Cleaning Robots. With the advent of the autonomous machine inside households, humans have found more and more ways to excuse themselves from working. Liberating people from unpleasant, repetitive chores has always been one of the robot’s greatest functions, and what better chore for them to free humans from than cleaning. Today’s robotic cleaning systems range from heavy and expensive industrial cleaning vehicles to light-weight and low-cost household devices.
Aside from floor cleaning 'bots, many companies now manufacture household bots for other parts of the house and beyond. Pools, for instance, can now be left to electric, self-contained cleaners which are left inside the pool whenever there is a need, bypassing the pool’s main filtering system.
A transformer is usually plugged into a wall outlet and a long cord (length varies according to cleaner model) connected to the unit receives low voltage power to operate two motors in the cleaner. One is a pump motor which draws debris into the unit's filter, and the other a drive motor which moves the unit around the pool. Other units are battery-controlled and do not require any cords to operate. Some units could even be controlled remotely, allowing one to steer the unit from inside the house. Common pool cleaner brands include Aquabot, Dolphin, and AquaVac.
These robots are also used in large commercial and industrial spaces, where cleaning manpower obviously is best left to efficient, round-the-clock workers like machines.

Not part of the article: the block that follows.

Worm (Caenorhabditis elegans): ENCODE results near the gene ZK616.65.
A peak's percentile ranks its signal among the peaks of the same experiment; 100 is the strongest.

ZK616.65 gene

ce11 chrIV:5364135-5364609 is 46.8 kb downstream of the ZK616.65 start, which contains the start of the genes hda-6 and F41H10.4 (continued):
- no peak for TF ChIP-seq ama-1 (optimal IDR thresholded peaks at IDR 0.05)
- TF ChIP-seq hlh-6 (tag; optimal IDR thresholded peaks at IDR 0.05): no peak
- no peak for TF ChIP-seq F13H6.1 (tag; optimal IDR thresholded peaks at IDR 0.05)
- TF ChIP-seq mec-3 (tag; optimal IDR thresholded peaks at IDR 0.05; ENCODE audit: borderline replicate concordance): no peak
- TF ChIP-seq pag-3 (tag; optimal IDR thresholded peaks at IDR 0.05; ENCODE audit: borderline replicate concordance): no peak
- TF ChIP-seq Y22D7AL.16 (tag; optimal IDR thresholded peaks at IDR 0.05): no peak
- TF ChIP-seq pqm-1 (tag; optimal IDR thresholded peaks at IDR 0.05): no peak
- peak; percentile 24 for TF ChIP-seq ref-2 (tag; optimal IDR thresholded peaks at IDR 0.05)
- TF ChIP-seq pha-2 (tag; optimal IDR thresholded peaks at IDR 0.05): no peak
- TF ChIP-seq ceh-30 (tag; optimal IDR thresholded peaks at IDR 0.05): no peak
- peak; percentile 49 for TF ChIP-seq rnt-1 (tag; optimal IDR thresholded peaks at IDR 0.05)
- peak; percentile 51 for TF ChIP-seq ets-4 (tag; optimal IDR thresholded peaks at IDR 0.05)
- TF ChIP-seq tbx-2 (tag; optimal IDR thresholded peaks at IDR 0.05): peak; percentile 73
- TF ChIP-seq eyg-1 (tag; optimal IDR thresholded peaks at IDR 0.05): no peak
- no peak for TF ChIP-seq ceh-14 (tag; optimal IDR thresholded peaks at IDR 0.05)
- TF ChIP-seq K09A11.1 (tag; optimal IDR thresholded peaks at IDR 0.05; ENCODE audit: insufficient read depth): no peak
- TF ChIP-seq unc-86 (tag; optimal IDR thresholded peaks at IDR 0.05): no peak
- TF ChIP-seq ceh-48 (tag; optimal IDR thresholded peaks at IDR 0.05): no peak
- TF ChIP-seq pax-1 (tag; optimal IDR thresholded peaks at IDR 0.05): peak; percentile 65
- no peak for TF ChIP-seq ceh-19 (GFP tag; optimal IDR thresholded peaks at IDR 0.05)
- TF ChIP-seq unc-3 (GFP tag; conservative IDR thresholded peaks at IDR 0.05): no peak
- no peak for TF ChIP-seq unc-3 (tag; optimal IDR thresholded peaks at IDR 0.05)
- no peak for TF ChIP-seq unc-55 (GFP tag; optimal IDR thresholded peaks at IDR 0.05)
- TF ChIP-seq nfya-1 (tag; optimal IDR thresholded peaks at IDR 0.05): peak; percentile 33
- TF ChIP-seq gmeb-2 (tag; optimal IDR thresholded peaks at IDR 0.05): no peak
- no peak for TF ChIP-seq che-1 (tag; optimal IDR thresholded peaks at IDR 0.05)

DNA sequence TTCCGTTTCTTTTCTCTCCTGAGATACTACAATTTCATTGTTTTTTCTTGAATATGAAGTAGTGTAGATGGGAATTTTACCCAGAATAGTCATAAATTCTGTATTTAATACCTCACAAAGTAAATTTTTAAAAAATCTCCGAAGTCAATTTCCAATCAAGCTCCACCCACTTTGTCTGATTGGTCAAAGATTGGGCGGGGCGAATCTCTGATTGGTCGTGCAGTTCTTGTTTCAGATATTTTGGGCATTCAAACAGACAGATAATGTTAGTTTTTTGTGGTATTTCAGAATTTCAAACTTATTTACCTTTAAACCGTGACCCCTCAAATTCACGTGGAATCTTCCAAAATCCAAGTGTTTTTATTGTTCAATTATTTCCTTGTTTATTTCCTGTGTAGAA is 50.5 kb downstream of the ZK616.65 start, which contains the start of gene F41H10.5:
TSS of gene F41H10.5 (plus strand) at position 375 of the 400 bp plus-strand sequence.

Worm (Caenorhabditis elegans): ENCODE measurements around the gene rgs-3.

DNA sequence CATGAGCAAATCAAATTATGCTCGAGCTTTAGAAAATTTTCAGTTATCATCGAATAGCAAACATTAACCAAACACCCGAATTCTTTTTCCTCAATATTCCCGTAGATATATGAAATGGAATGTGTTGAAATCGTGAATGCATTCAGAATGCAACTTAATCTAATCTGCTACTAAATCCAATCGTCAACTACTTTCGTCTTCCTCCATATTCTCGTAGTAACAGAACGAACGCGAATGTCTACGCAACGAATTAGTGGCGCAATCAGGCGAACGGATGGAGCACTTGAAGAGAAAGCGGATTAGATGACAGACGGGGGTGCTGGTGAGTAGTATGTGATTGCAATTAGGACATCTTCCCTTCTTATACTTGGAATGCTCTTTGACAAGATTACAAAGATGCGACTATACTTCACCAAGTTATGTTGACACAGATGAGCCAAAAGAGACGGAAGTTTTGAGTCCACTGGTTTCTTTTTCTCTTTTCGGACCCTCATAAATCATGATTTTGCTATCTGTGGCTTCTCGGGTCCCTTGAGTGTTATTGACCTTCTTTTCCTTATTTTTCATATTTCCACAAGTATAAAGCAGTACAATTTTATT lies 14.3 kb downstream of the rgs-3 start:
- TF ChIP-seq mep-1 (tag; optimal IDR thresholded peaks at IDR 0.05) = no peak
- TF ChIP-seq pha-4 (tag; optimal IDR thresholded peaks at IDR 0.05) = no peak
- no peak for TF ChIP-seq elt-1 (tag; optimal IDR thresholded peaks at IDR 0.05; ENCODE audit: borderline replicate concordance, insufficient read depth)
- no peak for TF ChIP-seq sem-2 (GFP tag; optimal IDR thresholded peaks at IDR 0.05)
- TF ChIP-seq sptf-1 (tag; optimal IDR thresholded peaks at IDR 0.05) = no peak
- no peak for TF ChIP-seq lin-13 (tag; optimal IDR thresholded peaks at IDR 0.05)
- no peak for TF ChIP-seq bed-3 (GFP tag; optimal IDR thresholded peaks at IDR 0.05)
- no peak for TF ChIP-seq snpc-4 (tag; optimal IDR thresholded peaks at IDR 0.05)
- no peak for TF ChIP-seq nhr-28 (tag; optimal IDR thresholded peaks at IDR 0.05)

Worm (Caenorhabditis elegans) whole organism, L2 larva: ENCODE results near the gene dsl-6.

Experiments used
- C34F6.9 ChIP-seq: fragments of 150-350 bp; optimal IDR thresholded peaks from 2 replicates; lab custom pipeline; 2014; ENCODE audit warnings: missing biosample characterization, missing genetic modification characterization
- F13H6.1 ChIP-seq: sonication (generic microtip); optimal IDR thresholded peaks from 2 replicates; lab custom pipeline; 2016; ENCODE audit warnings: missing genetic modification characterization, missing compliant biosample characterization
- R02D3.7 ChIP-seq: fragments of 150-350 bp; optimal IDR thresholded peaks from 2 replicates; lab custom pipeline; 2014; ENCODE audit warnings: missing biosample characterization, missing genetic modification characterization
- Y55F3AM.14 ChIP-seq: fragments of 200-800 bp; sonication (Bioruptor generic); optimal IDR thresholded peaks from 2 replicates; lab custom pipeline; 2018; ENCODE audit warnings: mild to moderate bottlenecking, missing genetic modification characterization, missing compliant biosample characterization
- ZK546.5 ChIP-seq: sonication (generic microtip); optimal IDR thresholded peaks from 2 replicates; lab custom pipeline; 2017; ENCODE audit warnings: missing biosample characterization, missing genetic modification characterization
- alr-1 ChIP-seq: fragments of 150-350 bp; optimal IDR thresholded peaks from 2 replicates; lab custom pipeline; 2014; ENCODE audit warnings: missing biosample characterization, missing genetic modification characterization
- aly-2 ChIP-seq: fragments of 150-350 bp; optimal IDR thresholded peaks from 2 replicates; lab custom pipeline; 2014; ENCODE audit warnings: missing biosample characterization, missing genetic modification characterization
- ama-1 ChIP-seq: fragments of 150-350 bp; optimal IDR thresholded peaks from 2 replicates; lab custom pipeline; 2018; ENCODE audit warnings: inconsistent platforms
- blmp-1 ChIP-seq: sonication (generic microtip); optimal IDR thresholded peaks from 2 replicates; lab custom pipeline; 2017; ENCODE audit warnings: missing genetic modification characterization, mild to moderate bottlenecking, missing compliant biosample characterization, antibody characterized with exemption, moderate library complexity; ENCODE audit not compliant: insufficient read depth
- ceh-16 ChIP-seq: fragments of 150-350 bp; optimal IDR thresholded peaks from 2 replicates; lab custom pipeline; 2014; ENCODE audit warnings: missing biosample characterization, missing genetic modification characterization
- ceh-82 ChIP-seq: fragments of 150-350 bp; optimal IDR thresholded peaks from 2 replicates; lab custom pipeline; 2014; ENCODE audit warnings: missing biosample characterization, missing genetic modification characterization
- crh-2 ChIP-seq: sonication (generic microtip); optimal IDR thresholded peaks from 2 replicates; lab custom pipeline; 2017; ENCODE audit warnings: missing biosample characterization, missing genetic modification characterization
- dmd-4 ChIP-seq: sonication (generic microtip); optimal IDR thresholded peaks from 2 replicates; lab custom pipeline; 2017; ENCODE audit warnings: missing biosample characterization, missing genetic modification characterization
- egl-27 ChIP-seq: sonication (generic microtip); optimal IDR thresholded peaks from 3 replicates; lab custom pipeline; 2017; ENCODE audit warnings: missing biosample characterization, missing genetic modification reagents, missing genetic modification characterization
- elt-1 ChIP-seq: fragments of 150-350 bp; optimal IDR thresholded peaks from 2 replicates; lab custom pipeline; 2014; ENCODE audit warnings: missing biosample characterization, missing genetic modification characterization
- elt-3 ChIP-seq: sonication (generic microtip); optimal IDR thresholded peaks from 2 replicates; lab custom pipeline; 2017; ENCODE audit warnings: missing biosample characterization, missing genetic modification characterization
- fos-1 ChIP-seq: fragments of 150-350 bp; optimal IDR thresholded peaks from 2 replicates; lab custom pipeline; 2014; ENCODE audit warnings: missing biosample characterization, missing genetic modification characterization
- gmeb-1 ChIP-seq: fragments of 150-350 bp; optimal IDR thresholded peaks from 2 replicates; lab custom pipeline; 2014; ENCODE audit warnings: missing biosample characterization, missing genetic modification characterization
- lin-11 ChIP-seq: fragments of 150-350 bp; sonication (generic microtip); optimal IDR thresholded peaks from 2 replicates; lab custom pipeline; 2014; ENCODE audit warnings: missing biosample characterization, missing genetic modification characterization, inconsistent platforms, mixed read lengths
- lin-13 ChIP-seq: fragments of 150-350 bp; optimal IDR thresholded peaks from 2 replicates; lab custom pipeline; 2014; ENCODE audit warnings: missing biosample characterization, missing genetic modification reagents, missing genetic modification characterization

Robots can clean the interior of all oil tanks ranging in size and volume using hydraulics and an articulated nozzle mounted on its frame.
Japan’s Hitachi Plant Engineering & Construction Co. has self-travelling duct inspection and cleaning 'bots, similar to the robot air duct inspectors commercially available in the U.S. These robots help determine the cleanliness and strength of air duct systems and can perform professional inspections, cleaning and encapsulation.
Robots such as France’s Robosoft offers cleaning bots specifically so as to “reduce exploitation costs, human hazards and increase the quality of workmanship.” The company manufactures floor and window cleaning 'bots, the latter including glass roof cleaning robots and a glass pyramid cleaning bot developed specifically for the pyramid of the Louvre Museum in Paris.
In the U.S., SkyBot, Ltd. created a window-cleaning 'bot created called SkyBot, a completely autonomous robot that works on a wide variety of high-rise buildings.
Skybot consists of a computer that controls the lifting crane to position the robot and later on controls the robot according to its type of cleaning assignment.
Other floor cleaning devices include the AutoVac6, a robotized industrial vacuum cleaner which may be used in large offices, rooms or corridors. It can be remotely operated specifically for use in hazardous areas or white rooms, or used as an autonomous robot for very big spaces like airports and shopping centers.
The robot moves using ultrasonic sensors that let it detect and avoid obstacles, and a laser range finder is used for absolute localization. Similar to this is the Clean 100, or C100, a floor cleaning 'bot used in supermarkets.
In all, cleaning robots for both residential and industrial spaces have largely freed up a great bulk of time for humans, allowing us to engage in more important pursuits, like inventing robots that could regularly scrub the toilets and repair leaks on the roof.